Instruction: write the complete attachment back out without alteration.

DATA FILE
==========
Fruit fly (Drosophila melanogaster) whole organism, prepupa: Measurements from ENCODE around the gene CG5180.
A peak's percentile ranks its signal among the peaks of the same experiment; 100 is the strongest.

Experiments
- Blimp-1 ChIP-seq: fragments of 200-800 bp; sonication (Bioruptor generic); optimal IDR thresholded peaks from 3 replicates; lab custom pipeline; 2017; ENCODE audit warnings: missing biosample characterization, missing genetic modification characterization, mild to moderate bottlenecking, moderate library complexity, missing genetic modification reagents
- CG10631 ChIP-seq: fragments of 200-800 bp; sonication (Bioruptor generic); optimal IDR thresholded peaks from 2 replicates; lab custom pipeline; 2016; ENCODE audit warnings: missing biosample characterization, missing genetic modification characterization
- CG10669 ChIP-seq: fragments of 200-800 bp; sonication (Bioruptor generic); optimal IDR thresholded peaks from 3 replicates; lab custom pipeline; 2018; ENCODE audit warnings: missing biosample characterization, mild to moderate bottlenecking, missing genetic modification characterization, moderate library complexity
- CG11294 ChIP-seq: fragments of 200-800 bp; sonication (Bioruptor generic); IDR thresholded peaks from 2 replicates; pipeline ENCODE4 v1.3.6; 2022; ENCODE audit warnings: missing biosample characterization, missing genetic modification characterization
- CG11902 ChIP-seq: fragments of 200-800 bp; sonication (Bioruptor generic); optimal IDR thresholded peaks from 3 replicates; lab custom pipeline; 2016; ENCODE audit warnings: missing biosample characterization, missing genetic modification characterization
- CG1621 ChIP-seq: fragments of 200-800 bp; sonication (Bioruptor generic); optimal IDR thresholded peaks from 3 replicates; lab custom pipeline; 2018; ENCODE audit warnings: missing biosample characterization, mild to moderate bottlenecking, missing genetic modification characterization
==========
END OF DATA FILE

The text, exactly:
Fruit fly (Drosophila melanogaster) whole organism, prepupa: Measurements from ENCODE around the gene CG5180.
A peak's percentile ranks its signal among the peaks of the same experiment; 100 is the strongest.

Experiments
- Blimp-1 ChIP-seq: fragments of 200-800 bp; sonication (Bioruptor generic); optimal IDR thresholded peaks from 3 replicates; lab custom pipeline; 2017; ENCODE audit warnings: missing biosample characterization, missing genetic modification characterization, mild to moderate bottlenecking, moderate library complexity, missing genetic modification reagents
- CG10631 ChIP-seq: fragments of 200-800 bp; sonication (Bioruptor generic); optimal IDR thresholded peaks from 2 replicates; lab custom pipeline; 2016; ENCODE audit warnings: missing biosample characterization, missing genetic modification characterization
- CG10669 ChIP-seq: fragments of 200-800 bp; sonication (Bioruptor generic); optimal IDR thresholded peaks from 3 replicates; lab custom pipeline; 2018; ENCODE audit warnings: missing biosample characterization, mild to moderate bottlenecking, missing genetic modification characterization, moderate library complexity
- CG11294 ChIP-seq: fragments of 200-800 bp; sonication (Bioruptor generic); IDR thresholded peaks from 2 replicates; pipeline ENCODE4 v1.3.6; 2022; ENCODE audit warnings: missing biosample characterization, missing genetic modification characterization
- CG11902 ChIP-seq: fragments of 200-800 bp; sonication (Bioruptor generic); optimal IDR thresholded peaks from 3 replicates; lab custom pipeline; 2016; ENCODE audit warnings: missing biosample characterization, missing genetic modification characterization
- CG1621 ChIP-seq: fragments of 200-800 bp; sonication (Bioruptor generic); optimal IDR thresholded peaks from 3 replicates; lab custom pipeline; 2018; ENCODE audit warnings: missing biosample characterization, mild to moderate bottlenecking, missing genetic modification characterization